Intensity and situational awareness are attributes that are not embedded and ingrained. These come with a winning mindset and a culture that has an accent on continuous improvement. They also come from match fitness and experience. Provided the selectors are able to pull together a cogent set of 20-25 players that they are able to invest in, these attributes will come through in a learned manner. I did see a ray of hope in the Twenty20 Championship. There were times with Team India did appear down and out. However, the team retained its intensity as well as a sense of situational awareness and pulled through. However, to extrapolate that level of intensity and maintain it over a longer period of time – the 50-over game and Test matches — is of course, harder for teams like India for whom such attributes are not culturally ingrained. This is and will continue to be a challenge for Team India, but with the talent that exists and with proper nurturing, this is possible – and let us not forget that India herself is changing and with it, her people too. There is hope.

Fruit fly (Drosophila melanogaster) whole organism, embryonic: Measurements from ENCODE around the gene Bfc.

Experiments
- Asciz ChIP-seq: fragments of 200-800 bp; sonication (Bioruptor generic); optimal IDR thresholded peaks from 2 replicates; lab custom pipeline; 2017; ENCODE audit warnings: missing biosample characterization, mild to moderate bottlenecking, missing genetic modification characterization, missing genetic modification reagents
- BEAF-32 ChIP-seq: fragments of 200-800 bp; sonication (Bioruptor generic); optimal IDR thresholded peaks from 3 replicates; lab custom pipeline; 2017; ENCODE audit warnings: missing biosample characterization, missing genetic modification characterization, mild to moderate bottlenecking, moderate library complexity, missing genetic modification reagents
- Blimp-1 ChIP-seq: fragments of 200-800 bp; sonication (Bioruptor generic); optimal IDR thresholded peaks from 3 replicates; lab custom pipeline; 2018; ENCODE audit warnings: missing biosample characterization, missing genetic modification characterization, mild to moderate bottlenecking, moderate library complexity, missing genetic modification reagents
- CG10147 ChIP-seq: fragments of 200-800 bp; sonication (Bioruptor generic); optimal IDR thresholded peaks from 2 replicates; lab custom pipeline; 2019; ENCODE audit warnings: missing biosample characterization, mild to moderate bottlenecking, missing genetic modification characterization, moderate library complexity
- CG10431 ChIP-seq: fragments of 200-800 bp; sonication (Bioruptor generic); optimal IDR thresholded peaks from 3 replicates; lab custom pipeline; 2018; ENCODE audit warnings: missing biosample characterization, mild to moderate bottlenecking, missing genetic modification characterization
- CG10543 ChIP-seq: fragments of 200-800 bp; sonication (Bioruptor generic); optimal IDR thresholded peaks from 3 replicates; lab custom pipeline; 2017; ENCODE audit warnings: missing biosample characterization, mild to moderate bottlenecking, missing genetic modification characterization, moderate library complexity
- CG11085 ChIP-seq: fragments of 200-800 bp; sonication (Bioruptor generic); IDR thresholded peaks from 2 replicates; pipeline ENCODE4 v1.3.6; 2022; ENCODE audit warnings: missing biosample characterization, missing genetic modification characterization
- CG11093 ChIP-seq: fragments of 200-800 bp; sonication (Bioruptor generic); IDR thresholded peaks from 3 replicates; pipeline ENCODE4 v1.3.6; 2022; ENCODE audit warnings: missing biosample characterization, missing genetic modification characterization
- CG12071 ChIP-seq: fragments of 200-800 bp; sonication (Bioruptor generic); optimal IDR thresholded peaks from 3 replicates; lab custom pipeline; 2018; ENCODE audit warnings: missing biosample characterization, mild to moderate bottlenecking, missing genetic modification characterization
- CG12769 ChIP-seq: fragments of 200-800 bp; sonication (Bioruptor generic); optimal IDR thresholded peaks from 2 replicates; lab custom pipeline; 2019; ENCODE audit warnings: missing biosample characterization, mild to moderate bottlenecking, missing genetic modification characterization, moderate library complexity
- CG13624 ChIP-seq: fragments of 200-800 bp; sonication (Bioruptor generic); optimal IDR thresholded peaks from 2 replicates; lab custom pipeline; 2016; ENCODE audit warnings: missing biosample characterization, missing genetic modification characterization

And finally, team-balance… From this point of view, today’s game at Jaipur against Pakistan is an important step in a fruitful direction. There are no silver-bullets when it comes to team-balance; no panaceas. However, what the better teams have shown and what the Twenty20 Championship has shown too is that any team that is loaded with too many bowlers or too many batsmen will suffer. The modern game requires players that are good at batting, bowling and fielding. A batsman should be exceptionally good in two departments (batting and fielding) to be able to occupy a pure-batting spot; similarly with bowlers too. In todays’ game, Praveen Kumar makes his debut. And this is the direction in which ODI Team India must head. In my view, players like Praveen Kumar (not necessarily him in particular), Rajat Bhatia, Yusuf Pathan, Joginder Sharma, et al would be the way to go. And of course, Irfan Pathan is already there. Just as India builds bench-strength in the batting-only department and the bowling-only department, India should also develop a bench-strength in the all rounders department. There will never be a Kapil Dev, but India does need to head in that direction and invest in these types of players.